IGEM:IMPERIAL/2009/Encapsulation/Phase2/Alginate

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Specifications of encapsulation

These include:
1) protection against low pH
2) attachment in intestines
3) efficient release of the bacteria within the gastrointestine
4) use of materials that are inexpensive, stable, and of food grade
5) Inducibility
and possibly
6) protection against oxygen, heat, and other environmental stresses during drying, formulation, and storage

Microencapsulation with alginate

These capsules are primarily composed of alginate, a naturally occurring polysaccharide
composed of β-D-mannuronic acid (M) and α-L-guluronic acid (G) residues.

Calcium ions are used to cross-link G-rich regions of the alginate chains, and the resulting calcium alginate (CaAlg)
hydrogel beads are coated with crosslinkers to strengthen the bead surface and control permeability.
A final coating with alginate is applied in order to hide the PLL from the host(4) and make the capsules biocompatible.

Microencapsulation has been applied to enhance the viability of probiotic bacteria during processing
and also for targeted delivery to the gastrointestinal tract.

Benefits:

  • mild gelation conditions
  • biocompatibility
  • biodegradability
  • nontoxicity
  • pH dependency


Method

Bifidobacterial cells were centrifuged and added to alginate solution.
These were extruded to 0.1M calcium chloride through the end of a blunt needle using compressed air
The cross-linking material were added.
The beads were gently stirred and hardened for an hour.

Spheres of diameter 1.5mm formed
- corresponded to previous study that gel diameters of 1-3mm needed to protect bifidobacteria

Various materials can be used for coating:
polydextrose, soy fibre, skim milk, yeast extract, kappa- carageenen, chitosan and whey protein


Acid resistance

Exposed to simulated gastric juice pH 1.5

in one paper, skimmed milk exhibited highest resistance

testing different materials


Proposed reason:

The increase of the carboxy charges of polymeric matrices serves to
- neutralise acid and enhancing the buffering effects
This improved gastric stability of entrapped bacteria

moderate protection (22–26 %) afforded by native alginate beads seems related to the availability of D-mannuronate carboxylate groups to intercept proton access

properties of alginate beads

Attachment

The mechanism of sustained drug release is attributable to the fact that alginate is a mucoadhesive polymer;
the enhanced gastrointestinal residence time is likely to be responsible for the improvement in drug bioavailability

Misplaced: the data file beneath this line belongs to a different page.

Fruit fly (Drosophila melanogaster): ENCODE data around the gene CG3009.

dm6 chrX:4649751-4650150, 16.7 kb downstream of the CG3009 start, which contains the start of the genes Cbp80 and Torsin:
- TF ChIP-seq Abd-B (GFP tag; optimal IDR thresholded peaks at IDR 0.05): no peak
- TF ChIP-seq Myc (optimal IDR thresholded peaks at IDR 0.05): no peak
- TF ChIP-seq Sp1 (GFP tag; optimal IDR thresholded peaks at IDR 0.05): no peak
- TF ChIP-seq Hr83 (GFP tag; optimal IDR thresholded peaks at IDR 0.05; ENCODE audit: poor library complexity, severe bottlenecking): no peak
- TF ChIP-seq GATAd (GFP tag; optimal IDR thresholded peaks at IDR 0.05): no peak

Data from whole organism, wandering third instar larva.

The ability of chitosan to modulate the intestinal tight junctions is an added virtue, which helps the encapsulated drugs
in crossing the permeability barriers


Release

usage as anti-tuberculosis drug carriers

nominal release (less than 7% of the encapsulated drug) in the SGF throughout the 72 h study period.

In the SIF, the release of rifampicin was less (16%) compared with isoniazid (20.6%) or pyrazinamide (22.1%) in the initial 6 h.
Subsequently, there was a slow but sustained release of each drug, limited to less than 3% of the encapsulated drug

Drugs encapsulated in alginate–chitosan microspheres attained Cmax at 24 h as against 1 h in the case of orally administered parent drugs.
In case of free drugs, the Cmax was achieved instantaneously.

The sustained release allows a reduction in dose/dosage frequency

Control: polycationic macromolecules such as chitosan not only stabilize the alginate microspheres but also control the porosity of alginate
to enhance the sustained release effect

Proposed reasons:

A decrease in the pH leads to shrinkage in the alginate gel and a reduced permeability of the alginate–chitosan microspheres.
In a neutral/alkaline medium, the interpolymeric complex swells and disintegrates to release the drugs,
assisted by the sequestration of calcium ions by the phosphate present in the SIF

When pH is lowered below the pKa values of d-mannuronic and l-guluronic acid (3.6 and 3.7, respectively)
alginate is converted to alginic acid with release of calcium ions

Membrane Preparation for Alginate coating using a Protein Sequence with high Ca2+ binding affinity

Inspiration from [1] article

Protein sequence with a high calcium binding affinity has been characterised. GGXGXDXUX (X, any amino acid; U, large hydrophobic amino acid). In this way we could express this sequence on the surface membrane of our cell (on the fimbria/ membrane proteins etc), and then this would give a calcium coating to the cell. alginate could then be added to the solution, and this should form a capsule around the cell.